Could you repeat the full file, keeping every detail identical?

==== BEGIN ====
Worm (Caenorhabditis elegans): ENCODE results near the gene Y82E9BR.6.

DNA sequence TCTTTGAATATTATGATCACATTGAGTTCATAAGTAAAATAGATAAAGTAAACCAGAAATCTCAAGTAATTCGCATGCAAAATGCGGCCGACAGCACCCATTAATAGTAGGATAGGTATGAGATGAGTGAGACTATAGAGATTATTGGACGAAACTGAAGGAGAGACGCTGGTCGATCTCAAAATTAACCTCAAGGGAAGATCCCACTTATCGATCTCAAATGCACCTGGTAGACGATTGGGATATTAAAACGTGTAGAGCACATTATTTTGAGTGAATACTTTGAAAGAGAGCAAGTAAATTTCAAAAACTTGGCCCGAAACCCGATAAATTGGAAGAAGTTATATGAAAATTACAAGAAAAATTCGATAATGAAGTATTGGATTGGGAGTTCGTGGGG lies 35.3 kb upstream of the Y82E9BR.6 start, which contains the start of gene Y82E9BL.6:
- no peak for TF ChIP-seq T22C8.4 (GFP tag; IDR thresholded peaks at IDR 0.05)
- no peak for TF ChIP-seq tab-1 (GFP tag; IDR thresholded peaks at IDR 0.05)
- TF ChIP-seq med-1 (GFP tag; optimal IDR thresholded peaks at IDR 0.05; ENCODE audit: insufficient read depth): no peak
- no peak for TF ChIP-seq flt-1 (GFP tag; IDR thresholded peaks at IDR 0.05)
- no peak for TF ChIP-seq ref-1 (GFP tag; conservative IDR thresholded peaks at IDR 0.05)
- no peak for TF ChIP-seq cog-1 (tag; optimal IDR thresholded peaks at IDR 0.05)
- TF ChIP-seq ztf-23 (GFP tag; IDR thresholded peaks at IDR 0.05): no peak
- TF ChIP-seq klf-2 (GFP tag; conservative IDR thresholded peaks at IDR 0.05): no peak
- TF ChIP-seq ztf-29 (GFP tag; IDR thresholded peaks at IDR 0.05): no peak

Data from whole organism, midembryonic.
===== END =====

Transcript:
Worm (Caenorhabditis elegans): ENCODE results near the gene Y82E9BR.6.

DNA sequence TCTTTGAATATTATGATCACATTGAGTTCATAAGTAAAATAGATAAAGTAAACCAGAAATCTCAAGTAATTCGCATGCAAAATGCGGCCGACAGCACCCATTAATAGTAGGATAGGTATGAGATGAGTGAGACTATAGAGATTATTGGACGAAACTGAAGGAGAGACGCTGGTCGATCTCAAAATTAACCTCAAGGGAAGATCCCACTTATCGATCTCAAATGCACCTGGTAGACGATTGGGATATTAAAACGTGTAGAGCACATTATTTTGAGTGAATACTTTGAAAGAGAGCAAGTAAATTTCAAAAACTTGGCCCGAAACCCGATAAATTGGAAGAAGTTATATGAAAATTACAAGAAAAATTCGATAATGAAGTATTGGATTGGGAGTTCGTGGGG lies 35.3 kb upstream of the Y82E9BR.6 start, which contains the start of gene Y82E9BL.6:
- no peak for TF ChIP-seq T22C8.4 (GFP tag; IDR thresholded peaks at IDR 0.05)
- no peak for TF ChIP-seq tab-1 (GFP tag; IDR thresholded peaks at IDR 0.05)
- TF ChIP-seq med-1 (GFP tag; optimal IDR thresholded peaks at IDR 0.05; ENCODE audit: insufficient read depth): no peak
- no peak for TF ChIP-seq flt-1 (GFP tag; IDR thresholded peaks at IDR 0.05)
- no peak for TF ChIP-seq ref-1 (GFP tag; conservative IDR thresholded peaks at IDR 0.05)
- no peak for TF ChIP-seq cog-1 (tag; optimal IDR thresholded peaks at IDR 0.05)
- TF ChIP-seq ztf-23 (GFP tag; IDR thresholded peaks at IDR 0.05): no peak
- TF ChIP-seq klf-2 (GFP tag; conservative IDR thresholded peaks at IDR 0.05): no peak
- TF ChIP-seq ztf-29 (GFP tag; IDR thresholded peaks at IDR 0.05): no peak

Data from whole organism, midembryonic.